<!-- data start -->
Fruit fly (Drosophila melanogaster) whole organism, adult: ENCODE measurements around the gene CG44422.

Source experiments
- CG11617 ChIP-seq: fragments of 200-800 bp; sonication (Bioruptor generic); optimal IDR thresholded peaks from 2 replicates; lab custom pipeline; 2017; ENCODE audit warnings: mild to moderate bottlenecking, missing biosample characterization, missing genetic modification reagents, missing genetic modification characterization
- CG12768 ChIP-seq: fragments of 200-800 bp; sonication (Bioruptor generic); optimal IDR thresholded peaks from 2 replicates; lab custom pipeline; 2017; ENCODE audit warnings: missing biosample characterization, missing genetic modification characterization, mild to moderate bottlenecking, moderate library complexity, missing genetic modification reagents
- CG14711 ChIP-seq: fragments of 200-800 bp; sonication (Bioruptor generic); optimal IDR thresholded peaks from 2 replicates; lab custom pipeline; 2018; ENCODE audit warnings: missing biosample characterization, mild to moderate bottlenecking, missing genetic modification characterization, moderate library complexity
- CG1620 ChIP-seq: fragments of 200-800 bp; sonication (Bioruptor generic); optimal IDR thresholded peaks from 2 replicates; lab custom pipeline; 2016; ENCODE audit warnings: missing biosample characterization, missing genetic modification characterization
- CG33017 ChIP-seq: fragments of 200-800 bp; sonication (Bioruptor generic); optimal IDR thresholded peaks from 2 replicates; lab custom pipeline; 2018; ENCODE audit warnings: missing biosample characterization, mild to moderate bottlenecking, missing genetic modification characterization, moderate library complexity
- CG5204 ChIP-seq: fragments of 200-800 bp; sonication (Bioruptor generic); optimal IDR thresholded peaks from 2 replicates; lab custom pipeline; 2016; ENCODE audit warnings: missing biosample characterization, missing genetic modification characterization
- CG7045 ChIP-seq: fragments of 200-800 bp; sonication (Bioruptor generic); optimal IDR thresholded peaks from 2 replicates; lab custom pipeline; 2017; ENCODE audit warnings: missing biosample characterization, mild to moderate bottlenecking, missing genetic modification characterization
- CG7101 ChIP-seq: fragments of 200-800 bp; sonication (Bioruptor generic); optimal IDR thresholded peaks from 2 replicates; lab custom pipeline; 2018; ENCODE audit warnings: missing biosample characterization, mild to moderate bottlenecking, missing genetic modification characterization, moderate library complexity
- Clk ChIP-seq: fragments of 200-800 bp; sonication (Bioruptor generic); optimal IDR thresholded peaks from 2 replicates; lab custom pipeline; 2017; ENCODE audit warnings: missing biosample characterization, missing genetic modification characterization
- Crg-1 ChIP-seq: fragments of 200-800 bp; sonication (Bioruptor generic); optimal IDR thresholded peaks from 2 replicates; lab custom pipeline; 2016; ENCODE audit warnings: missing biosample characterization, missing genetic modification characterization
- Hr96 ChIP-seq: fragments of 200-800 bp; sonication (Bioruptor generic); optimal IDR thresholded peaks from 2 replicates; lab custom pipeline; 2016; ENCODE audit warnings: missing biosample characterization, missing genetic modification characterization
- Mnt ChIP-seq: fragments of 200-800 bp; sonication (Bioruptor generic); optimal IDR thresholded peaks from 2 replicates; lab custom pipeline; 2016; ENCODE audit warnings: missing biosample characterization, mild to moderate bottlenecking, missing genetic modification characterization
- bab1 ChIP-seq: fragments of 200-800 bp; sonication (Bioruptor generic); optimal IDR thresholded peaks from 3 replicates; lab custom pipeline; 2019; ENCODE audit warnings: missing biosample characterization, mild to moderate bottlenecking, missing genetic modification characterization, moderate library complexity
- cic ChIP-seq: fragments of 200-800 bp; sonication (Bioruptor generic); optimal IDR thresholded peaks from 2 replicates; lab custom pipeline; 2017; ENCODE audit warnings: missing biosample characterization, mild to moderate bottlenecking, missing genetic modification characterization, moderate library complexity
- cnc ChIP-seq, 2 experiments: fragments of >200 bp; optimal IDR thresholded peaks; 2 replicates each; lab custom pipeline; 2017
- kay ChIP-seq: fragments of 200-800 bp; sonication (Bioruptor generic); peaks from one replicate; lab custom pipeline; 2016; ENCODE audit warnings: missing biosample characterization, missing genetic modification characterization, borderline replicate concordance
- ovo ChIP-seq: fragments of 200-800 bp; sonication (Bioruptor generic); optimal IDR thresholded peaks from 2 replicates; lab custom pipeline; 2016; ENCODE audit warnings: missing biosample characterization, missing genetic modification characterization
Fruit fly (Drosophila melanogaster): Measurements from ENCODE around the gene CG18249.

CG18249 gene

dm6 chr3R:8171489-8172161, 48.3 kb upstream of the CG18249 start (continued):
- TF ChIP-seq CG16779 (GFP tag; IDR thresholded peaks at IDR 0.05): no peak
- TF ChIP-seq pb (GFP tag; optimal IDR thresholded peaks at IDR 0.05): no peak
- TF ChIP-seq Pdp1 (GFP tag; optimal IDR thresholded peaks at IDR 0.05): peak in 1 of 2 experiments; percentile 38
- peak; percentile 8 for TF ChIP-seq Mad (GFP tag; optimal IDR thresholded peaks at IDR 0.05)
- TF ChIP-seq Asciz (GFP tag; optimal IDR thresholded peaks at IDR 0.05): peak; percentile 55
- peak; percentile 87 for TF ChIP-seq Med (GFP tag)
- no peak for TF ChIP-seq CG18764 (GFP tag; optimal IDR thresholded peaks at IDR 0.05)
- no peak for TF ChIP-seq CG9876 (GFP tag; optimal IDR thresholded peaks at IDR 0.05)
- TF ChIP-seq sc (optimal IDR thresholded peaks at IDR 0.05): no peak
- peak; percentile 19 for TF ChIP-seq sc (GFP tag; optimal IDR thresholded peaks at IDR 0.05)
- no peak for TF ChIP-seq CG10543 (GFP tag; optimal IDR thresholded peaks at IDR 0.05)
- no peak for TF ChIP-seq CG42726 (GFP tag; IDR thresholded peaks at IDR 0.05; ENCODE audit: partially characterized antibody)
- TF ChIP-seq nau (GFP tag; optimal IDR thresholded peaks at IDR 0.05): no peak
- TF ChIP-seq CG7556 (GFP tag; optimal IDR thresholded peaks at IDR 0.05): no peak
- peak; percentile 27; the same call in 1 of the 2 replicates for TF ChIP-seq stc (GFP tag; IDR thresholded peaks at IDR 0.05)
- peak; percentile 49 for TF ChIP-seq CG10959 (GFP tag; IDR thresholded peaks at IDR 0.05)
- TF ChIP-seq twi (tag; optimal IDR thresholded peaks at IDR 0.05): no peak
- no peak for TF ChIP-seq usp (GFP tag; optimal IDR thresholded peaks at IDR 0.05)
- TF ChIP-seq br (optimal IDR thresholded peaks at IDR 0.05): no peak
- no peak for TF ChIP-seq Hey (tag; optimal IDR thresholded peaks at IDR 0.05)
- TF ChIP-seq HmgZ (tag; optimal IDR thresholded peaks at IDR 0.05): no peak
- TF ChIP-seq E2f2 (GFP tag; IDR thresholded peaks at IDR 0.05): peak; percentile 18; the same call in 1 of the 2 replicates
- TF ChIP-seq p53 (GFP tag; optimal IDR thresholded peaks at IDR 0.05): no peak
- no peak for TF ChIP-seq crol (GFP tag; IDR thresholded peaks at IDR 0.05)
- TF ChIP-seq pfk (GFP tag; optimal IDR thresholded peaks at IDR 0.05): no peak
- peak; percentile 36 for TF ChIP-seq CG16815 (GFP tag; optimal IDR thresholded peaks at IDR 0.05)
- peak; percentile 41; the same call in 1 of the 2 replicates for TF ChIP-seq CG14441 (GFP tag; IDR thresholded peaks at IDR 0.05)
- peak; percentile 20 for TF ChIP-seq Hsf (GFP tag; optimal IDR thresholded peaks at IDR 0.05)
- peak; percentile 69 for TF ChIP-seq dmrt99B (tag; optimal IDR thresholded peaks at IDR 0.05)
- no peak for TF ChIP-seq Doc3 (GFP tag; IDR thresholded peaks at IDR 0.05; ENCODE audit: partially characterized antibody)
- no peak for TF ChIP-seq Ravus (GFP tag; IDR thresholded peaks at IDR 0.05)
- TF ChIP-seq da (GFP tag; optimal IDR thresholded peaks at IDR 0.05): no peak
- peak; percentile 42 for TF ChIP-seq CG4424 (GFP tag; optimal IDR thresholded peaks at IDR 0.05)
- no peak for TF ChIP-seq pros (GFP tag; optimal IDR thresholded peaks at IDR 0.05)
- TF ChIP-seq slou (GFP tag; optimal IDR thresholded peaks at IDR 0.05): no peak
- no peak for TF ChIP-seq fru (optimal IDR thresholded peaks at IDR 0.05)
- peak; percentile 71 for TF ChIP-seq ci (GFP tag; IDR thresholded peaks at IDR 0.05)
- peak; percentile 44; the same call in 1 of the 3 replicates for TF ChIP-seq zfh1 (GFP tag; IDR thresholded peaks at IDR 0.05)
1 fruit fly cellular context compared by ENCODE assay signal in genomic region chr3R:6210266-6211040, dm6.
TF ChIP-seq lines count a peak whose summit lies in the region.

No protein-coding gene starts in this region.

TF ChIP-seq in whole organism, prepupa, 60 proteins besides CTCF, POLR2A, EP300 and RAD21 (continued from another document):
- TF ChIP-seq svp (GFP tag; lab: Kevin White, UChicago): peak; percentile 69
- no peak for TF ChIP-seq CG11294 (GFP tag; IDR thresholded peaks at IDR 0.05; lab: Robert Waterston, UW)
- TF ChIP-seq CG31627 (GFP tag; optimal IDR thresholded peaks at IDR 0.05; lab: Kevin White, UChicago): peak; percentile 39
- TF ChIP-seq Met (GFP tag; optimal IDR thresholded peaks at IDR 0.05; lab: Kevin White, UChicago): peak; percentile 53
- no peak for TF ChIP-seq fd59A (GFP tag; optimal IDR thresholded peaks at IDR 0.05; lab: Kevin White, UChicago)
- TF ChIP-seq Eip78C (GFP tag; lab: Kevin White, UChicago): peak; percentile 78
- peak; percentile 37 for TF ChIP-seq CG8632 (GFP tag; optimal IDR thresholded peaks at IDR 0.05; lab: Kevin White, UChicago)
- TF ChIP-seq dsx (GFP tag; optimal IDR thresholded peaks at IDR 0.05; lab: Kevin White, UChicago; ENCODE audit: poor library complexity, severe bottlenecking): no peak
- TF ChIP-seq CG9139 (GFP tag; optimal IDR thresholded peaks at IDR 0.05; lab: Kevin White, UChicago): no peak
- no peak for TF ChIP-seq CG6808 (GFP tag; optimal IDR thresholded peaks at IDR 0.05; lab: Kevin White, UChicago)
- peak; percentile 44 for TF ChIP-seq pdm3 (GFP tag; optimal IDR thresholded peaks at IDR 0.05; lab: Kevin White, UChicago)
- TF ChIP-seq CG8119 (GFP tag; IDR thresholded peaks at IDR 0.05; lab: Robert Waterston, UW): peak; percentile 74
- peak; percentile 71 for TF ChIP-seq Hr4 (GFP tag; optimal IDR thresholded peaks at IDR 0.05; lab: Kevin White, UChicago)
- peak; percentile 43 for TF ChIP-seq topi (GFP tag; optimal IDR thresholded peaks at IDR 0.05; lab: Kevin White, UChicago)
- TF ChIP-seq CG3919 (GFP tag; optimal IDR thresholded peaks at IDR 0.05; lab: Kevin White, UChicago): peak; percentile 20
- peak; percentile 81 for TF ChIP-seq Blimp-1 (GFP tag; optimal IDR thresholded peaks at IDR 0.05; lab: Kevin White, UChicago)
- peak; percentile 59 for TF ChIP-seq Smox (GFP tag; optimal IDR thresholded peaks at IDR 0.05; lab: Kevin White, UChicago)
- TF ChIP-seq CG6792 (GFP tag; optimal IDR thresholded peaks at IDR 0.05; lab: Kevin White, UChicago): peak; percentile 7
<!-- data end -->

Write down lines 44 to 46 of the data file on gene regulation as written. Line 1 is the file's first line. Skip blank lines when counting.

- TF ChIP-seq E2f2 (GFP tag; IDR thresholded peaks at IDR 0.05): peak; percentile 18; the same call in 1 of the 2 replicates
- TF ChIP-seq p53 (GFP tag; optimal IDR thresholded peaks at IDR 0.05): no peak
- no peak for TF ChIP-seq crol (GFP tag; IDR thresholded peaks at IDR 0.05)